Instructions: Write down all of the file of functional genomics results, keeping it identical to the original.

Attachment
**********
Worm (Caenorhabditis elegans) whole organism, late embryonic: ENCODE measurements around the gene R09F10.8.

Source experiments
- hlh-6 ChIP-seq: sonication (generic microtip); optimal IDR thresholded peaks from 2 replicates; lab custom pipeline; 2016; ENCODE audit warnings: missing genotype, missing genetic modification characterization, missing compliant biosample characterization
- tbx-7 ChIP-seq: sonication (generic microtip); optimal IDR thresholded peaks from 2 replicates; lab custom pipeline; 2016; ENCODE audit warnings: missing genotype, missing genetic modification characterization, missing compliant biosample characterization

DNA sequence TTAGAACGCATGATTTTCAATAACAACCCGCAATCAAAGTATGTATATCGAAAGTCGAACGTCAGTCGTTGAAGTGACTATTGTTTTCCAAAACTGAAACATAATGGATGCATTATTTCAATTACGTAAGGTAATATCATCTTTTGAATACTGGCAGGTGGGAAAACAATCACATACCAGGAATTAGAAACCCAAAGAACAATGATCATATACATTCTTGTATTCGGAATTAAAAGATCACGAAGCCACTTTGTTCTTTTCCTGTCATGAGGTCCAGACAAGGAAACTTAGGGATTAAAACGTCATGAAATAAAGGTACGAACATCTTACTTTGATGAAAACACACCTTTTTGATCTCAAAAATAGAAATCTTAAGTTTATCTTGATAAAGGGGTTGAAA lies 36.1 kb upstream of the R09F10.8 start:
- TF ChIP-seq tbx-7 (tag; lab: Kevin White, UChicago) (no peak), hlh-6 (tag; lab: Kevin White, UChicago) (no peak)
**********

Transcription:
Worm (Caenorhabditis elegans) whole organism, late embryonic: ENCODE measurements around the gene R09F10.8.

Source experiments
- hlh-6 ChIP-seq: sonication (generic microtip); optimal IDR thresholded peaks from 2 replicates; lab custom pipeline; 2016; ENCODE audit warnings: missing genotype, missing genetic modification characterization, missing compliant biosample characterization
- tbx-7 ChIP-seq: sonication (generic microtip); optimal IDR thresholded peaks from 2 replicates; lab custom pipeline; 2016; ENCODE audit warnings: missing genotype, missing genetic modification characterization, missing compliant biosample characterization

DNA sequence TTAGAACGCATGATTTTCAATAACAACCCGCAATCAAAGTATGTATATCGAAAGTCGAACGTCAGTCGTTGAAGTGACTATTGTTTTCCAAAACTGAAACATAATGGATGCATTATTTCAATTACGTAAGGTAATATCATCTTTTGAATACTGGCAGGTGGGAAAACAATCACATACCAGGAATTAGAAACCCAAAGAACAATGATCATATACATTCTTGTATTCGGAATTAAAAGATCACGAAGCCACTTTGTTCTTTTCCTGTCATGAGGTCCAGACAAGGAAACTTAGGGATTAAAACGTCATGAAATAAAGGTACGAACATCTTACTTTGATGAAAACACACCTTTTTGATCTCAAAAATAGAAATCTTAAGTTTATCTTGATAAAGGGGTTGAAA lies 36.1 kb upstream of the R09F10.8 start:
- TF ChIP-seq tbx-7 (tag; lab: Kevin White, UChicago) (no peak), hlh-6 (tag; lab: Kevin White, UChicago) (no peak)